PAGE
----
From the case study we can surmise that Oticon is still successful company. Despite its problems, there are several possible explanations for this;
1.People learned through process of change and became more adaptable. A positive experience of change leaves people more capable of handling future changes.
2.People became better at utilizing and commercializing knowledge assets. According to Itami (1987) this means that the organisation has developed its ?invisible asset? knowledge base from which all employees operate.
Oticon could be used as good example of how the management theories changed over the twentieth century.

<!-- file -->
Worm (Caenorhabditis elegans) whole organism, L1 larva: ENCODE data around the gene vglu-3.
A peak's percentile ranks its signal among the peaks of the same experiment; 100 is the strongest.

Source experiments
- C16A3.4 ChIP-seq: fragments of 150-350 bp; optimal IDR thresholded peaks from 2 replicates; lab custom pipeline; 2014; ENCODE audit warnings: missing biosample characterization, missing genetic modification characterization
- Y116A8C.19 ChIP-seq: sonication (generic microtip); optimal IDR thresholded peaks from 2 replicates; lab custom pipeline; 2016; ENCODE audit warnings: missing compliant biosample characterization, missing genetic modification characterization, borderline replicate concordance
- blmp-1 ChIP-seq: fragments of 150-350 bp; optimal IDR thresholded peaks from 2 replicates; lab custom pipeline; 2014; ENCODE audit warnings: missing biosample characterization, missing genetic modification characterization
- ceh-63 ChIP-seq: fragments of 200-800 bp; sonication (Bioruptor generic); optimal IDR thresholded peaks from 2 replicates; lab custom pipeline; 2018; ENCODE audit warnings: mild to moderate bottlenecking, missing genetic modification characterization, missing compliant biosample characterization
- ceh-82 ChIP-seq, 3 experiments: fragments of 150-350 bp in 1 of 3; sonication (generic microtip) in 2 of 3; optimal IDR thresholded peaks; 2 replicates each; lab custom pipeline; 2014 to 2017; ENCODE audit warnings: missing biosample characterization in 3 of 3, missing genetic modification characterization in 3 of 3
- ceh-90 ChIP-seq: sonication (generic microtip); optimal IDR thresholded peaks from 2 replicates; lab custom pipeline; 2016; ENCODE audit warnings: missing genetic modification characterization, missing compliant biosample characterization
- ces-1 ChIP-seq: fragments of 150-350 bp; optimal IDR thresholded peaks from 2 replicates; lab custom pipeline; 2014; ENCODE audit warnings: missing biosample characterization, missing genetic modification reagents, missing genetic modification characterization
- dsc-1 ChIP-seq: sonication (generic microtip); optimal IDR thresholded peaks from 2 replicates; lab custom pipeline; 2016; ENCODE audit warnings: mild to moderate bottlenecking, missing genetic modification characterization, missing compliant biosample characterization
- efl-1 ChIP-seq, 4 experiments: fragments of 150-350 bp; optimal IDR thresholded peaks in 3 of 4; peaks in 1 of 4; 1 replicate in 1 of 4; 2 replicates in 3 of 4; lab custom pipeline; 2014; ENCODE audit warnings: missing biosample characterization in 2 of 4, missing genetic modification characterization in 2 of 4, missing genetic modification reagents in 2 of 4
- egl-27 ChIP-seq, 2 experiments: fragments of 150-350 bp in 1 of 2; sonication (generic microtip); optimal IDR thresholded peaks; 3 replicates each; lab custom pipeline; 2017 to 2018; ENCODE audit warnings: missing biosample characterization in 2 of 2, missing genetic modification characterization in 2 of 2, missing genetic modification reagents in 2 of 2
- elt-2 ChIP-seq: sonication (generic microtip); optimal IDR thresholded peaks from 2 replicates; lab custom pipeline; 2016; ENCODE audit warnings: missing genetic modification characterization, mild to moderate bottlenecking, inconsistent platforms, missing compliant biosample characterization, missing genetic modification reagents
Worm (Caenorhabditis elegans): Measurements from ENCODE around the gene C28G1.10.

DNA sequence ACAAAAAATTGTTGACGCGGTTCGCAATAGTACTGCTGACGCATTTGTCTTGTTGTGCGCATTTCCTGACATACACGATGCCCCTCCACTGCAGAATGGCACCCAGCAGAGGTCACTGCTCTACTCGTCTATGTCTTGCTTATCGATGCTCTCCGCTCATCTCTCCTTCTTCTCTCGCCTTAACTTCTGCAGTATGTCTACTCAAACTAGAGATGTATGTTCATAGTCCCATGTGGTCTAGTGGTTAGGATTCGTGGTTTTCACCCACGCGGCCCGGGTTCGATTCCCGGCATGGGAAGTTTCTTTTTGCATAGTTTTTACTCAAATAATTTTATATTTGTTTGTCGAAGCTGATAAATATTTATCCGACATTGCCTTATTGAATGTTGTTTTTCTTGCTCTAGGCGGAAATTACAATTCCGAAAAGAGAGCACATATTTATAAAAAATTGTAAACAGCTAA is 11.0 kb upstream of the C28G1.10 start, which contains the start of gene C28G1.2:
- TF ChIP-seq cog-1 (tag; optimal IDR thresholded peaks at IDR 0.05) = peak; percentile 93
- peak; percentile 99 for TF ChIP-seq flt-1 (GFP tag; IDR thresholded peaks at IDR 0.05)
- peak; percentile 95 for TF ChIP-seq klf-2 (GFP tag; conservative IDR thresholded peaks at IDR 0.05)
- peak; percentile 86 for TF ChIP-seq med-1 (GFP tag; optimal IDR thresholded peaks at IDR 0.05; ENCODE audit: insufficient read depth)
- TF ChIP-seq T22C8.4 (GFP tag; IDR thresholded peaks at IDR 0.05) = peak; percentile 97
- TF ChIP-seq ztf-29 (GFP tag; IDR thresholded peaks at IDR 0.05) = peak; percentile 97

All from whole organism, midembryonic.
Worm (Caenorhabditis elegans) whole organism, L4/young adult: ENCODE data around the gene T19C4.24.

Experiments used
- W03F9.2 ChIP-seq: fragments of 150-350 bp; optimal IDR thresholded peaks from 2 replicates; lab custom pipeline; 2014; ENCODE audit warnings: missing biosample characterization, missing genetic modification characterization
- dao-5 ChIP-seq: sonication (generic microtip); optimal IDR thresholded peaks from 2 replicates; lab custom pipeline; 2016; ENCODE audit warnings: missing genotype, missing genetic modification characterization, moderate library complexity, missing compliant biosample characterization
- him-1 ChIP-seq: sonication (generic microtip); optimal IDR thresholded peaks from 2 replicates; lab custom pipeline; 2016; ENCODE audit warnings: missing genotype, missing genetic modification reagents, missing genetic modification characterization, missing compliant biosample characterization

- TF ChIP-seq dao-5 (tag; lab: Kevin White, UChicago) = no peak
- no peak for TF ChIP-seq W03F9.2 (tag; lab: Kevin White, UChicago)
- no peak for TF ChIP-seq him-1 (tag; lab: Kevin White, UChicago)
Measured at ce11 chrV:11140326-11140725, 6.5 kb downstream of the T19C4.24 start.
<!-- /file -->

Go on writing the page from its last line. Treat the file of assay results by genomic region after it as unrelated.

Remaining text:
Darwin said that it is not the strongest or most intelligent species that survive but the one which respond to changes quickest.
The global business environment is changing faster then ever. Businesses constantly need to reshape their ideas to survive. Organisations need to be transformed not restructured.
Kolind was a right leader for what the market as the end of the twentieth century demanded. He transformed Oticon, abolished formal organisation, disorganized Oticon and created a ?spaghetti? organisation.
Oticon had a chance to face the 21st century as a modern company, ready for the new Millennium. To survive the Company needs to stay aware of market?s demand and respond quickly and better than competitors.
At the same time, management change methodologies will also need to stay ahead to the point where change will be anticipated as a normal part of our modern life, resistance to change will be dmod and organisations will be able to respond much faster and efficiently to environmental changes.